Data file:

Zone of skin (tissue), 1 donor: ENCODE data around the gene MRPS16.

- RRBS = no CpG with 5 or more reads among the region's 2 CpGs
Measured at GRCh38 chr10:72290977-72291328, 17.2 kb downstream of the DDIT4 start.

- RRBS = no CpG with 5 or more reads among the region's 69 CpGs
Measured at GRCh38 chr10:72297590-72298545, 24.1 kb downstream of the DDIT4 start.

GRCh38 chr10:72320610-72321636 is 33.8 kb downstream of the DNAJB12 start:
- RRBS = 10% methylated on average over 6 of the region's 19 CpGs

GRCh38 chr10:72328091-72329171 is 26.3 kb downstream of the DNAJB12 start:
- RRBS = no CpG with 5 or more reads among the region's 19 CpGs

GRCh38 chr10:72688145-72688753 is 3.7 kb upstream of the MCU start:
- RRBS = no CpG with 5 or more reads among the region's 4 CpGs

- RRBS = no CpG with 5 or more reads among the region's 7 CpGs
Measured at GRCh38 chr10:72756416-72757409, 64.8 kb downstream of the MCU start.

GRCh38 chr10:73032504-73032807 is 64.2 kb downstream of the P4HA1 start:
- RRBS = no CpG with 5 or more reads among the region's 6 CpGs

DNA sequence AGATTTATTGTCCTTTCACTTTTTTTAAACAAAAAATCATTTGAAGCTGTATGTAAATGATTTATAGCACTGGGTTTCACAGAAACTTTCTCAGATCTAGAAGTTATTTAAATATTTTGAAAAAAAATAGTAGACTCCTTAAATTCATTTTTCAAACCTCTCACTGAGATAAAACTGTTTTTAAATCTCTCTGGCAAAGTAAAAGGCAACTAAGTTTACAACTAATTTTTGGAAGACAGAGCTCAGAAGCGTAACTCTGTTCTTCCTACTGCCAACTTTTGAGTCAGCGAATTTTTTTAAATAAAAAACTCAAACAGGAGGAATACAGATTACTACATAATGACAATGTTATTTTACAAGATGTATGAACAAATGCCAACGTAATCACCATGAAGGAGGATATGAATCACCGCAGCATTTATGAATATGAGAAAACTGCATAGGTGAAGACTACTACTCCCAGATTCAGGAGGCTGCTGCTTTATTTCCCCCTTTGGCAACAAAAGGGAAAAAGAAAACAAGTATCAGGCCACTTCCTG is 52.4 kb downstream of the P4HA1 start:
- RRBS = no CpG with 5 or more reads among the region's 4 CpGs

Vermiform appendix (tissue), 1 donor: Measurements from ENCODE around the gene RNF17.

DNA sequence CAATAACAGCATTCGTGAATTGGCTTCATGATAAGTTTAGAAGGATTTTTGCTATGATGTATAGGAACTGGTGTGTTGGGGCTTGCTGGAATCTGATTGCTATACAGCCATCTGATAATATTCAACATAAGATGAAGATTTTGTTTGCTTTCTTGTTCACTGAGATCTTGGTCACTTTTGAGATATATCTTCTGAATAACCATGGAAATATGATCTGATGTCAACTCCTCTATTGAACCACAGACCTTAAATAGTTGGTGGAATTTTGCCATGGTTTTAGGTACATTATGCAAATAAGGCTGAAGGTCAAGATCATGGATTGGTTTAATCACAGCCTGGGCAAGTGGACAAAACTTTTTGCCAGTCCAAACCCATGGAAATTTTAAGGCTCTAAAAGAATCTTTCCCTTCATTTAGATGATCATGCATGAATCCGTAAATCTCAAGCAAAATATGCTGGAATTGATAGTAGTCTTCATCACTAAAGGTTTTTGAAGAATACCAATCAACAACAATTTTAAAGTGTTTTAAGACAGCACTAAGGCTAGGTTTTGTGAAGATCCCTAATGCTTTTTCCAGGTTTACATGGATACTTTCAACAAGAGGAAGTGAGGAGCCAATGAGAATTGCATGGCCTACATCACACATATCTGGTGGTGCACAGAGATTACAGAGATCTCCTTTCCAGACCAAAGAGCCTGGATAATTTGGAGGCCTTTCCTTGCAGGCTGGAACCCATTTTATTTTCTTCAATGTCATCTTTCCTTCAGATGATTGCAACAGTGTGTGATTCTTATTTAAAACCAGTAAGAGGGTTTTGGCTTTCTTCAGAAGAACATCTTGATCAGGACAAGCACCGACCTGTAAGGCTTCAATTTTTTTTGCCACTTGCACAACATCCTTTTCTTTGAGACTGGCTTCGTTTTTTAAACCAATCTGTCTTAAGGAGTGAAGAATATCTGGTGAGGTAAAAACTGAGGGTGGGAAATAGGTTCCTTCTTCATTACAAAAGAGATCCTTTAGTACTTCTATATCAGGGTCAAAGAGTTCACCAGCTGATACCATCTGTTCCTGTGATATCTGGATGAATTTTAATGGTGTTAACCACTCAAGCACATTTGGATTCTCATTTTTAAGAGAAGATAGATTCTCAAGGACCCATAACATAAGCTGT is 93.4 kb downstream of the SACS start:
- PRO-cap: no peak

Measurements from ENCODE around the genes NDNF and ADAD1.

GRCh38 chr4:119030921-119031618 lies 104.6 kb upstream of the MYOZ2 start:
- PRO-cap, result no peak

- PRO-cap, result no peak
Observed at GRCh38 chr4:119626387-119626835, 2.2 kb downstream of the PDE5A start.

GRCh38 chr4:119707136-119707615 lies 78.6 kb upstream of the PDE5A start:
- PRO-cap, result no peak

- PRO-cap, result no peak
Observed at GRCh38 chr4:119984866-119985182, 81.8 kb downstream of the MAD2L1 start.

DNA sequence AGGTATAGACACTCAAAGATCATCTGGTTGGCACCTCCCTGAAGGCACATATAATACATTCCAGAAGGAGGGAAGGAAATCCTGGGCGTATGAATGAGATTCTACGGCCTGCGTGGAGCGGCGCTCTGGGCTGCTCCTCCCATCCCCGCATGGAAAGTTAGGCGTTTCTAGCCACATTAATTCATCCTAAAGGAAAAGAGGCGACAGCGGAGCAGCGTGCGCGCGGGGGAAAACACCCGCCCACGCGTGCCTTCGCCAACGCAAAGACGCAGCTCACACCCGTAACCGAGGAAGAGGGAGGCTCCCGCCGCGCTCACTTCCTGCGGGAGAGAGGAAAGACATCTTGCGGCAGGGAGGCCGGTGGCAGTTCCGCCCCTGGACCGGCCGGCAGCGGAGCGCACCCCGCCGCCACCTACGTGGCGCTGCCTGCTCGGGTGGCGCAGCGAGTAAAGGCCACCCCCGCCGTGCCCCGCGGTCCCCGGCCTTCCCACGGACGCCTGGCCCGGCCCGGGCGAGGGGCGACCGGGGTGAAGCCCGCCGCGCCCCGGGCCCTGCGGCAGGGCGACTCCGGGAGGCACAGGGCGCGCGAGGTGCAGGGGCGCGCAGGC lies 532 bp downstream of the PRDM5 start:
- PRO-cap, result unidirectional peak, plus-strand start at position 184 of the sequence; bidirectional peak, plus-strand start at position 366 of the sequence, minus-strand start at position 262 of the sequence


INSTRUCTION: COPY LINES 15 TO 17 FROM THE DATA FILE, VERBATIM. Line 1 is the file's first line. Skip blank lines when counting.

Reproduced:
- RRBS = no CpG with 5 or more reads among the region's 6 CpGs

DNA sequence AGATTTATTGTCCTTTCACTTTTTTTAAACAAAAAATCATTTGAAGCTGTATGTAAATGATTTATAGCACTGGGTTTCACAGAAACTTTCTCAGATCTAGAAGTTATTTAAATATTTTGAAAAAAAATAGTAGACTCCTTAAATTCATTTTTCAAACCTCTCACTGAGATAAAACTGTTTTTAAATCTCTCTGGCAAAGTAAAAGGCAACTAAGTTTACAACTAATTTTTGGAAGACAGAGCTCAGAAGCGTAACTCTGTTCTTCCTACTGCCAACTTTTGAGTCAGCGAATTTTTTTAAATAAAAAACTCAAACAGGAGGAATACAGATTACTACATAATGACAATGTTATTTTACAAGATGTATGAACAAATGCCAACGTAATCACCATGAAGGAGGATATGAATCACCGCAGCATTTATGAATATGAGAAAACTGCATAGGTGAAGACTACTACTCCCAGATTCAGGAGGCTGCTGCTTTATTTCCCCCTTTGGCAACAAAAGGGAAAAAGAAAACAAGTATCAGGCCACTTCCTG is 52.4 kb downstream of the P4HA1 start:
- RRBS = no CpG with 5 or more reads among the region's 4 CpGs